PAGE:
#41 5 years ago

    "Roto Pool" is gorgeous, but very tough to beat. "Ace High" is awesome! Fun, beautiful and rewarding while still challenging. A shotmaker's game for sure!

    #42 5 years ago
    Quoted from jrpinball:

    "Ace High" is awesome! Fun, beautiful and rewarding while still challenging.

    Yes yes.

    #43 5 years ago
    Quoted from Tuna_Delight:

    Dragonette does have some fine looking artwork, but after playing Clay Harrell's at his VFW show this past May, I found the gameplay to be not as much fun as I had hoped. Like other woodrails with trapholes, the ball times were a bit too short for me to recommend it as a top 50's Gottlieb game.
    - Tim

    I've only had the good fortune of playing Dragonette once (in the 70s!), curious how you and others rate it compared to Queen of Hearts?

    #44 5 years ago

    1950 Knock Out.....'nuff said.

    #45 5 years ago
    Quoted from NM:

    I've only had the good fortune of playing Dragonette once (in the 70s!), curious how you and others rate it compared to Queen of Hearts?

    I'd rate Queen of Hearts a notch higher than Dragonette and definitely in the upper echelon of Gottlieb 50's games. Wayne Neyens - the MAN behind Gottlieb's woodrails - has stated that it's his favorite game from a design standpoint. It was the first game to have gobble holes and there are no less than five (count 'em - five!) ways to score a special on it. On top of that, it has one of my favorite themes - cards, and I think it's a classically beautiful game.

    Dragonette is a great looking game and also has five ways to score a special, but they're not as varied. Whereas ball times can often be short on Queen of Hearts too due to its five gobble holes (as opposed to Dragonette's five trap holes), the various poker combinations (full house, four of a kind, royal flush, and five of a kind) and resultant awards possible on Queen of Hearts make it more fun to me. I also prefer its center located pair of flippers over Dragonette's single flippers off to each side.

    To me, Dragonette would be nice to own, but I think no serious woodrail collection should be without a Queen of Hearts!

    #46 5 years ago
    Quoted from Rat_Tomago:

    1950 Knock Out.....'nuff said.

    Knock Out seems to be held in high esteem by numerous EM collectors, but I'm going to commit pinball blasphemy here, and state that I don't think it's that great of a game as woodrails go. Granted, it has the unique (and cute) boxing ring mechanical feature, but the gameplay is lacking and this animation gets old after a while. The detailed backglass artwork is cool and the aesthetics are nice overall (after all, it is a Roy Parker for God's sake), but I've always found the playfield illustration of the blood splattering from the boxer being punched a bit unappealing to look at.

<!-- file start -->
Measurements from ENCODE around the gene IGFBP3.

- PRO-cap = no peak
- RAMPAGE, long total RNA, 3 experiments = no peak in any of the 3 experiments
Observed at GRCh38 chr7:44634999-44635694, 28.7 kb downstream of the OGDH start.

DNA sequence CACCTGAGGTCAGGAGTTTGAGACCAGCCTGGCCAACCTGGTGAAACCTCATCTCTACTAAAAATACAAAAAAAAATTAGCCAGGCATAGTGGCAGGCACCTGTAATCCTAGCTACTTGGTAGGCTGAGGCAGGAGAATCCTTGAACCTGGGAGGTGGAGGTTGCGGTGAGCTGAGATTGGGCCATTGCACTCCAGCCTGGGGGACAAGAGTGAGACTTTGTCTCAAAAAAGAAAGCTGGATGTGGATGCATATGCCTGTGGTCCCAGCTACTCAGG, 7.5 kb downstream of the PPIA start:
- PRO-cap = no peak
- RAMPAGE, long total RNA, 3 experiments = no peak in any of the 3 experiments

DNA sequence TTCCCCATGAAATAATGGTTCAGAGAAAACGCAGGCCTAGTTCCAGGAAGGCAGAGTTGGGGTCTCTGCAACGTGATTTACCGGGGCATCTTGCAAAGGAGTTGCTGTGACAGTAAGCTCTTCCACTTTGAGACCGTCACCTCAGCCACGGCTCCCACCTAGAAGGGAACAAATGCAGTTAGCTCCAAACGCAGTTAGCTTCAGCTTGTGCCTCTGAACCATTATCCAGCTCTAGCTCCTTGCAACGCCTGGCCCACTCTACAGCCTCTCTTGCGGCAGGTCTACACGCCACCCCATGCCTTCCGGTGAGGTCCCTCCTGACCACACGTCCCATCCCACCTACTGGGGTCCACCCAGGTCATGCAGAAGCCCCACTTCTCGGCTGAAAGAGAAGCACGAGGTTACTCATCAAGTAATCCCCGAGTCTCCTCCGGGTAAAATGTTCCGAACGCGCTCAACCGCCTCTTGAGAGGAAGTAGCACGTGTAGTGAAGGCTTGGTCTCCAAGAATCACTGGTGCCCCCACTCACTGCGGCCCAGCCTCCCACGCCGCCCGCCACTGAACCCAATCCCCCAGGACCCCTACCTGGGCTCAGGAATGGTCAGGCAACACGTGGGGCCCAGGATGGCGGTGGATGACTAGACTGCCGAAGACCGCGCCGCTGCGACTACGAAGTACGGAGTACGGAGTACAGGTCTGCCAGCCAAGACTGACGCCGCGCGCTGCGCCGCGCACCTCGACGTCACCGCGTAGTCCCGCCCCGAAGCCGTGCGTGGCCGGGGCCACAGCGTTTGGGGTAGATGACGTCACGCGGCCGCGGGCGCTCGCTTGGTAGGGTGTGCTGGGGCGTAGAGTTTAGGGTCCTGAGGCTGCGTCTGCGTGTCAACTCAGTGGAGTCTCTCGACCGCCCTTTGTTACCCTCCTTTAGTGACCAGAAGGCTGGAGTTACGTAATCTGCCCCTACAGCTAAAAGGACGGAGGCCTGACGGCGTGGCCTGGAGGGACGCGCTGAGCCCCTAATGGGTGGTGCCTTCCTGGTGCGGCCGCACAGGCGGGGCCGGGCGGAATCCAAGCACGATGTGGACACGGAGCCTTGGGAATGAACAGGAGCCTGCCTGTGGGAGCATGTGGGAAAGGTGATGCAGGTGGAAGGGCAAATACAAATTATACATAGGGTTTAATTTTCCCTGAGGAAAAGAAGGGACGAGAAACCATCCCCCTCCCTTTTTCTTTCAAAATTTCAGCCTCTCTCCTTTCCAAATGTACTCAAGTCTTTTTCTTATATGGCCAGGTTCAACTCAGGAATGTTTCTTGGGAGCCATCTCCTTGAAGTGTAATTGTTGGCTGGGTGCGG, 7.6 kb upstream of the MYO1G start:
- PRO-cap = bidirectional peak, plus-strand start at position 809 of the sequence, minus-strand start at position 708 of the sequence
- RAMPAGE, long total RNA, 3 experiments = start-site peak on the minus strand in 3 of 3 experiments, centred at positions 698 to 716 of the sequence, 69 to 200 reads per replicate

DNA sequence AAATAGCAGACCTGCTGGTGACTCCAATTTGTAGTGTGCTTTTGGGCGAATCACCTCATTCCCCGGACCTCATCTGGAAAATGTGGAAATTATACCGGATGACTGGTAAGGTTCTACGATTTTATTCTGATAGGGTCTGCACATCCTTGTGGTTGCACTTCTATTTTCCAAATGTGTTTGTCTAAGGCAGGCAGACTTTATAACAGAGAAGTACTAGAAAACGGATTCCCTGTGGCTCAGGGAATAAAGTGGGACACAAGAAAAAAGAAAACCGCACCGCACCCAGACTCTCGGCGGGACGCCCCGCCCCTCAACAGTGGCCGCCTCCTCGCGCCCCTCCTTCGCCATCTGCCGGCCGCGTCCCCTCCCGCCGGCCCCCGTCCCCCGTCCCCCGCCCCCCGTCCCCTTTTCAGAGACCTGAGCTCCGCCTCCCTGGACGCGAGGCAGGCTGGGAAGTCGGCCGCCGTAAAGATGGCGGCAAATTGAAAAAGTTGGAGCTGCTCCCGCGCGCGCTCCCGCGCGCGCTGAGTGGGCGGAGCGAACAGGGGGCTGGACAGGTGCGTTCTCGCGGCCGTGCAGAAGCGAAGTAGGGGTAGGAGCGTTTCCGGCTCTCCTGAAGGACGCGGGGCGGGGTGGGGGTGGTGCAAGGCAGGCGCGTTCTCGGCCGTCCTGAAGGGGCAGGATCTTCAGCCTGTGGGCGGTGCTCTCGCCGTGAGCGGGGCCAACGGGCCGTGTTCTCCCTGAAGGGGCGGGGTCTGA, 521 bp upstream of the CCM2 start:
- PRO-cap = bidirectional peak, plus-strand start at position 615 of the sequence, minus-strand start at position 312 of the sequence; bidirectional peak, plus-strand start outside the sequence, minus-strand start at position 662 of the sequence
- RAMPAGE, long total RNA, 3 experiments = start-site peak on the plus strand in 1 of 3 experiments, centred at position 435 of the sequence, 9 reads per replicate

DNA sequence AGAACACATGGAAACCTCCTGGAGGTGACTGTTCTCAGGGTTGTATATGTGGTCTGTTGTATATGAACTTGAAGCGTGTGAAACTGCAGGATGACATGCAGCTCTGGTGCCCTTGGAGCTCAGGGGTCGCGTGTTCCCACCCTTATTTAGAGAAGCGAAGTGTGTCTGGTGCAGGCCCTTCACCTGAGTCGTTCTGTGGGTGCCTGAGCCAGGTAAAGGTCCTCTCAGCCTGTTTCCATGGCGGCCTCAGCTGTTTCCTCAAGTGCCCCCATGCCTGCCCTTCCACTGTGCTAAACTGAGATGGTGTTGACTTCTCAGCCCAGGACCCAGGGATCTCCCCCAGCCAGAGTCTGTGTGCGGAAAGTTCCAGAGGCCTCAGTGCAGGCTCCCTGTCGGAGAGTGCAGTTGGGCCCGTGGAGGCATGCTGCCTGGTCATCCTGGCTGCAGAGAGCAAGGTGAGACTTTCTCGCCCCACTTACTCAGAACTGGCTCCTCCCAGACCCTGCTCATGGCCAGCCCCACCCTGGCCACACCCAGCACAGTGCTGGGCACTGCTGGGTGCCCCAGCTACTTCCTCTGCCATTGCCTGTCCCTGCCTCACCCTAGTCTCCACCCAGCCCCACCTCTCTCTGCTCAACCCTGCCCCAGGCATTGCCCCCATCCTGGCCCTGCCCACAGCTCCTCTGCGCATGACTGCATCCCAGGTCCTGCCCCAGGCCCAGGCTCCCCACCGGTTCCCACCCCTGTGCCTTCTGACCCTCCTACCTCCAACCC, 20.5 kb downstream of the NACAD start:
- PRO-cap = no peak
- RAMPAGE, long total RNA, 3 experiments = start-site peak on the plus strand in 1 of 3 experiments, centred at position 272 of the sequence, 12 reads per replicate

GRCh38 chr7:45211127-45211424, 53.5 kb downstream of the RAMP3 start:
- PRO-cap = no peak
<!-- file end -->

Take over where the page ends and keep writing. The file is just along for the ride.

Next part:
Frankly, if I were going to choose a 1950 woodrail, I much prefer another Gottlieb game with a prominent playfield feature - Spot Bowler. More fun to play, cool looking, and bowling themed to boot!

    If a boxing themed woodrail is your desire, I'd recommend Gottlieb's 1957 World Champ. Great artwork, challenging gameplay, and lots of potential ways to win specials - including 10 at once (talk about your orgasmic knocker action)!

    Just my opinion of course.

    - Tim the Blasphemer

    #47 5 years ago

    As one who owns several woodies, I stated earlier in the thread that the 1957 World Champ is one of my favorites for both artwork and game play. Sending up a few pix....I was lucky to find an example that was fully restored several years ago with a NOS playfield. I've been looking for awhile for a Knock Out to compliment this machine, but, good ones are not to be found near me, or at least for sale.

    Joel

    WorldChamp 3.jpg

    WorldChamp 1.jpg WorldChamp 2.jpg WorldChamp 4.jpg WorldChamp 5.jpg WorldChamp 6.jpg
    #48 5 years ago

    My favorite playing wood rail is Williams Wonderland (1955) but good luck finding one. The art is also amazing.

    I've had a number of gottliebs and didn't findost of them very compelling play wise.

    World beauties is actually pretty fun despite the three gobble holes.

    #49 5 years ago

    Do you still have your Wonderland Levi? I'd love to find one, but yes you're right, good luck. I've seen a couple rough examples for sale but not "the one" yet.

    #50 5 years ago

    I sold my calendar-featured one many years ago but a couple years back I was lucky enough to find another nice one cheap. Haven't shopped it out still awaiting setup etc.

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    Cabinet - Other
    ModFather Pinball Mods
    $ 20.00
    Electronics
    Yorktown Parts and Equip
    $ 5,799.00
    Pinball Machine
    Operation Pinball
    $ 140.00
    Playfield - Toys/Add-ons
    pinballmod